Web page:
Airlines are still in ‘the Dark Ages’ of merchandising, UATP conference panelists say

‘They don’t know what the word means,’ says former Air Canada chief Montie Brewer

Montie Brewer imageFor several years, airlines have yearned to adopt “merchandising,” a term that is applied indiscriminately to everything from fare families to checked-bag fees.

Depending on who is doing the talking, they are held back by their own systems, which don’t easily accommodate innovations in how products are sold, or by the global distribution systems, which some airlines accuse of dragging their feet on investment in new technology.

But Montie Brewer, former chief executive officer of Air Canada, adds another reason that airlines are held back: When it comes to merchandising, they haven’t got a clue.

“Airlines are terrible merchandisers,” he said. “They don’t even know what the word means.”

Brewer, who participated in a panel discussion of merchandising at the UATP Airline Distribution Conference in Madrid, said airlines “are so far into the Dark Ages about what we are really selling.” The key factor, he said, is that “they see it as a revenue stream instead of differentiation.”

When Air Canada unbundled its fares and created a set of fare families in 2003, it was looking for a way to match fares with a spate of new low-cost carriers and still maintain its full-service status, he said.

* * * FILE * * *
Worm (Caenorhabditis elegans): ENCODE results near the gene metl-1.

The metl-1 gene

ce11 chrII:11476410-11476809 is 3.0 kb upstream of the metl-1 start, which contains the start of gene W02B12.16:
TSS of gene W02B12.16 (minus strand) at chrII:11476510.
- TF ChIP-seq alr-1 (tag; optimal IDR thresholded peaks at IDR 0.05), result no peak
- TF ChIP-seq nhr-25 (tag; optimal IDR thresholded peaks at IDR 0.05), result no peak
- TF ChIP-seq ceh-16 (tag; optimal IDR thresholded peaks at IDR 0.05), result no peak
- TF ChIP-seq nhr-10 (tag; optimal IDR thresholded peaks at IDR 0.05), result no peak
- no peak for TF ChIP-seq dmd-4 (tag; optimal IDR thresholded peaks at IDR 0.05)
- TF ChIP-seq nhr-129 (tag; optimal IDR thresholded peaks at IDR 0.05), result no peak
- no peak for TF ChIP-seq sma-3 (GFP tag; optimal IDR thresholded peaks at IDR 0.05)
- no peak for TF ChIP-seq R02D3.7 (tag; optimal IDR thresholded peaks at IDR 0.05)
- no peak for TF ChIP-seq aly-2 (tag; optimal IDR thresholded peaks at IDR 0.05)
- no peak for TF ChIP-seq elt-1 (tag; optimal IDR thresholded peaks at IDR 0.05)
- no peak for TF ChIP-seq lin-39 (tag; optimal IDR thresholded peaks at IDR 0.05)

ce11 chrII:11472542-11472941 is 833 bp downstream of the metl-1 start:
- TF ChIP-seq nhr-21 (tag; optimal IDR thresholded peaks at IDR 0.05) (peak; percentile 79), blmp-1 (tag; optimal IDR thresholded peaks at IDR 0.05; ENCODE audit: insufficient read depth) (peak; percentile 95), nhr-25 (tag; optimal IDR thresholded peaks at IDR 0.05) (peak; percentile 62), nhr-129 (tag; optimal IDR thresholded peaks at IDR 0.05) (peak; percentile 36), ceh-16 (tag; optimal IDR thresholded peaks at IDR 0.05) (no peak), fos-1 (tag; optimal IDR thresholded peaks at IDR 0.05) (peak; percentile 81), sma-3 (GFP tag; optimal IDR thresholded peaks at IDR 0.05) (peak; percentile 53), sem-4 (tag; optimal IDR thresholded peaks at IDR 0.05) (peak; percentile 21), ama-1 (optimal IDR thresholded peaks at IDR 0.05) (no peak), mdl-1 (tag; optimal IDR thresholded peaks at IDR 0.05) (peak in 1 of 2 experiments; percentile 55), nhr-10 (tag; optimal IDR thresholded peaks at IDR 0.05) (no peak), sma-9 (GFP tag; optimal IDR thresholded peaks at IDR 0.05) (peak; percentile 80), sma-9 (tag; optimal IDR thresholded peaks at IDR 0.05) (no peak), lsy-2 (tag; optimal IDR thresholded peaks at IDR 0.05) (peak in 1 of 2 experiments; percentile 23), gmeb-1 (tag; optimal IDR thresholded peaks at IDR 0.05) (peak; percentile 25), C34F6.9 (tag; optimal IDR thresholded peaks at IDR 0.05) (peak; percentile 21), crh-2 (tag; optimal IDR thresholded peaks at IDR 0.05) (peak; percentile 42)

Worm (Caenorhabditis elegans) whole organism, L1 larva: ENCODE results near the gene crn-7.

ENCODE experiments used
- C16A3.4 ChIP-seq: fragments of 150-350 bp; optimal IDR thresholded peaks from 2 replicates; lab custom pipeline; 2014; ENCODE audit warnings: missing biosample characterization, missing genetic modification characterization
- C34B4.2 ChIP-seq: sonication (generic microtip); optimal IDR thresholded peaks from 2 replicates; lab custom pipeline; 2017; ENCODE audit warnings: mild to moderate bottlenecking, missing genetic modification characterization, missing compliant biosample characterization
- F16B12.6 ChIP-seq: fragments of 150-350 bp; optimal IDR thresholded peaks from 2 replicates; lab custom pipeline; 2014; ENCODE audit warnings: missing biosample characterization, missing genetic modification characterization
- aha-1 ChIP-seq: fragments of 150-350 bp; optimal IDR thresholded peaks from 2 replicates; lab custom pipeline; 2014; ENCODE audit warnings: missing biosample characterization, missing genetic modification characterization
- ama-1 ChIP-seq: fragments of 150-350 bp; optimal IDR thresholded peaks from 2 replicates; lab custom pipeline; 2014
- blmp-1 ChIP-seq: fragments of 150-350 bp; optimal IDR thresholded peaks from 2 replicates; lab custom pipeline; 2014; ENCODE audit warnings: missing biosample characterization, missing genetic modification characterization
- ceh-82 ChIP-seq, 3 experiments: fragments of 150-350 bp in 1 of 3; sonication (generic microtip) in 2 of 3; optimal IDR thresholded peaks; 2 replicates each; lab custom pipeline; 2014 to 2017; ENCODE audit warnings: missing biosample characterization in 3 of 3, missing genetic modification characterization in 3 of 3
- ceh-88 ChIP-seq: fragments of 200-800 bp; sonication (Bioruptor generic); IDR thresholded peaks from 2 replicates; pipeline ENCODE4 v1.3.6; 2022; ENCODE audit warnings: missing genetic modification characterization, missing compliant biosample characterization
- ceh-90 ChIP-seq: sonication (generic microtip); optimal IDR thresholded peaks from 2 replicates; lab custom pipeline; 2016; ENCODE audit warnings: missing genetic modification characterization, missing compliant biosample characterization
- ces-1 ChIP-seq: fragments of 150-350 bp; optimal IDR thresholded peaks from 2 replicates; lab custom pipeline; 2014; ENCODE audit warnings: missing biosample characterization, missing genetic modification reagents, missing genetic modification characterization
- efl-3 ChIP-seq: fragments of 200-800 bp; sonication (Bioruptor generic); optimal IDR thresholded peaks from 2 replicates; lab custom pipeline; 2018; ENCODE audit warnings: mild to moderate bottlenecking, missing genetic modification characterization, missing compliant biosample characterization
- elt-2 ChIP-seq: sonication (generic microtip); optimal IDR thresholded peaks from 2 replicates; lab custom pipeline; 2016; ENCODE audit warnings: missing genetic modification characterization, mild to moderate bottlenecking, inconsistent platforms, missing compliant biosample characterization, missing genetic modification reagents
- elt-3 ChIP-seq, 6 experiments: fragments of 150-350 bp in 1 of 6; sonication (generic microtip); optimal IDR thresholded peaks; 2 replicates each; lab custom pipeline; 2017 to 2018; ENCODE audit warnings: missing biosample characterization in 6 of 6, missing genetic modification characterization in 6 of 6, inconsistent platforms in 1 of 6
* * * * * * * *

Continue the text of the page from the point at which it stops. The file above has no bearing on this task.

“We had to get the customer’s trust back, matching the fares with the low-cost carriers, and still add value,” Brewer said.

The branded fare families each had a set of attributes that could be modified to a certain extent. The Tango family was the price leader, and if passengers agreed to not check bags, they could get a further discount of C$10 each way.

Changing the airline mindset to merchandising mode is easier said than done, Farelogix chief executive Jim Davidson said. “If you are selling a commodity product, you don’t suddenly wake up one morning and say, ‘Hey, it’s not a commodity product,’” he said.

“They’ve built systems that are good at selling commodities. When the rust comes off, they don’t know what’s going to happen.”

He agreed that airlines have a lot to learn about merchandising. “Some airlines may be heading down the wrong path, thinking of bag fees as ancillary revenue,” he said. “They’re not tuning into what the customer needs and how important the customer is.”

Aidan Brogan, senior vice president global sales at Datalex, said airlines are missing out on untold numbers of opportunities to give customers what they really want. They could, for example, work with other companies to package the real essentials of a trip.

“Yesterday, I parked my car at the airport,” he said. “Then I went to Starbucks. But the airline only got the air fare.”


Read about Sabre’s new defense in US Airways’ antitrust lawsuit in the Jan. 7 issue of TTU.


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